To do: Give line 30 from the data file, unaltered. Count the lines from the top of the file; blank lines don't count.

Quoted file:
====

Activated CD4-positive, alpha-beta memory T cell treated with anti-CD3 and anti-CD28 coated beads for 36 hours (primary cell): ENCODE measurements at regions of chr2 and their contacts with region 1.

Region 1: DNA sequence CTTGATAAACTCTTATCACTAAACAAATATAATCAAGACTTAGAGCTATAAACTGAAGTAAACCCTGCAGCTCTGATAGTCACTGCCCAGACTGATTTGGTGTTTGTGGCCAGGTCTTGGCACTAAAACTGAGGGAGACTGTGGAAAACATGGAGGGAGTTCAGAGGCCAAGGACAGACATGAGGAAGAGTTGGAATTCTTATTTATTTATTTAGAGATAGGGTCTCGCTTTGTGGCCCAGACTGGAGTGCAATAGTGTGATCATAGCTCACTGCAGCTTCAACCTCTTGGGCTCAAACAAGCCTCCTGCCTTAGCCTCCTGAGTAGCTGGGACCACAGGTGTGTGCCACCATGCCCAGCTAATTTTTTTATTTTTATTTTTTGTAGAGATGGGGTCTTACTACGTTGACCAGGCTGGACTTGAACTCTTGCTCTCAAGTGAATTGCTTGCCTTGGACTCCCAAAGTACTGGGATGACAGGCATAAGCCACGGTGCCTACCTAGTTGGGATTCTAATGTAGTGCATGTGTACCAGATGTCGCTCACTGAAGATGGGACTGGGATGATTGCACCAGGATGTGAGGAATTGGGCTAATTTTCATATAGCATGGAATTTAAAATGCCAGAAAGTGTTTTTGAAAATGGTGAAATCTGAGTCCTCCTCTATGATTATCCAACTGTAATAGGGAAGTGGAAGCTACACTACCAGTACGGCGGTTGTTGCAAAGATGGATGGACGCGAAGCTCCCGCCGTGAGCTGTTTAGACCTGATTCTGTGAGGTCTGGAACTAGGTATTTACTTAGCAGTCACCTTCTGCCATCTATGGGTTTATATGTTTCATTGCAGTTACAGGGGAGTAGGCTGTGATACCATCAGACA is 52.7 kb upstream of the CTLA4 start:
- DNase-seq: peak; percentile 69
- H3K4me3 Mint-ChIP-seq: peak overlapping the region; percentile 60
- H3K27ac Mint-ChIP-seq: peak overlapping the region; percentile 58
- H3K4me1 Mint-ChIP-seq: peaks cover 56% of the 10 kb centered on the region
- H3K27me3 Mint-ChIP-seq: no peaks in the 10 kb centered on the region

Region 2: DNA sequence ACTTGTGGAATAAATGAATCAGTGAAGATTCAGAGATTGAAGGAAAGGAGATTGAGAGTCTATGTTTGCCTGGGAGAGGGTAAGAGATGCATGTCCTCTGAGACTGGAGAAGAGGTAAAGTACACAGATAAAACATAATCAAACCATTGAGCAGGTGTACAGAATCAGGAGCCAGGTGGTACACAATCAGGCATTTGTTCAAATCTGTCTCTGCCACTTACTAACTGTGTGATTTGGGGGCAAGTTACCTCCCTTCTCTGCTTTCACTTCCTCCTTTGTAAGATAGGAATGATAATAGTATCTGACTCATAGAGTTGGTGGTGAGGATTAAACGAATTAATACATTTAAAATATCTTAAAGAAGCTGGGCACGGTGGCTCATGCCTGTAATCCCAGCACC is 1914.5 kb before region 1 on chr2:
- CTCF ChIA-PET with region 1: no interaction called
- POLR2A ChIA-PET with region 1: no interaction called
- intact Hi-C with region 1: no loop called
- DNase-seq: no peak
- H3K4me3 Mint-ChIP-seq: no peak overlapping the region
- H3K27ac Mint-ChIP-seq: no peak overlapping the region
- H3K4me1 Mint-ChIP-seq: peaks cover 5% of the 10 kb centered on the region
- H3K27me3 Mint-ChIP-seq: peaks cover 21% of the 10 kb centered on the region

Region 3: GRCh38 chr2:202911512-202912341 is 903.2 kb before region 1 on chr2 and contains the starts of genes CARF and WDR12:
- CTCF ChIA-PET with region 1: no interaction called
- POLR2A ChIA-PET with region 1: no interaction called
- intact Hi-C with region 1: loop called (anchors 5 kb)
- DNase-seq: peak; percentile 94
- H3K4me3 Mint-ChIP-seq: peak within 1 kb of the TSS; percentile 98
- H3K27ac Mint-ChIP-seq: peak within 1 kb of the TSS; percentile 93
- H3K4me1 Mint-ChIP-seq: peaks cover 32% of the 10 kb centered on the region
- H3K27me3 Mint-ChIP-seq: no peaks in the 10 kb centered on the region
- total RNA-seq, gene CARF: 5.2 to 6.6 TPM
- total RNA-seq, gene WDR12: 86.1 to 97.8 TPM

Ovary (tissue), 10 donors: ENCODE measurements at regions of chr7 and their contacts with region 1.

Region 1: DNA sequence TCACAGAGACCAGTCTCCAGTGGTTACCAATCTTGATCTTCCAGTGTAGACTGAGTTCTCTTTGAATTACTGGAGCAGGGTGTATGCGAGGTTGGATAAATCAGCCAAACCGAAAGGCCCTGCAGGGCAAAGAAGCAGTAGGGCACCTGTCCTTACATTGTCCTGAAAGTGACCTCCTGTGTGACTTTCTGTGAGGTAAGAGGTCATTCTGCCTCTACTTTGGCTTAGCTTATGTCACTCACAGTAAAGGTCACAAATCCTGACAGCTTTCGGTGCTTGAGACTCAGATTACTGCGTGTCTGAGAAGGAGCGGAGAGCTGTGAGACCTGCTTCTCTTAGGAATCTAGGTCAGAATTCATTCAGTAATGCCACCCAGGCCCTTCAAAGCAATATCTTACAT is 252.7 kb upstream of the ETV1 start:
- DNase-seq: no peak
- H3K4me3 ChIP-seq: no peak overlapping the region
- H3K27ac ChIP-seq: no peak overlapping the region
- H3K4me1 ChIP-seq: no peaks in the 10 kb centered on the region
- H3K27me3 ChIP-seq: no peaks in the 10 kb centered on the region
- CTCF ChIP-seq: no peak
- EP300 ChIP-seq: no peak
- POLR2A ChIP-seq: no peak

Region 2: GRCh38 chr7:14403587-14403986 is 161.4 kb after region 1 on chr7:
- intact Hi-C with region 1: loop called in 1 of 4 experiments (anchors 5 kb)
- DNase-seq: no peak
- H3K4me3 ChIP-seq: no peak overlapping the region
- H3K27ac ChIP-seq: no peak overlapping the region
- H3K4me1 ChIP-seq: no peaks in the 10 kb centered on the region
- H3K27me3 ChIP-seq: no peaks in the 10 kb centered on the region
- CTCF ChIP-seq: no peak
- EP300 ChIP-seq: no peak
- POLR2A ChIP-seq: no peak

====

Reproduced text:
- DNase-seq: no peak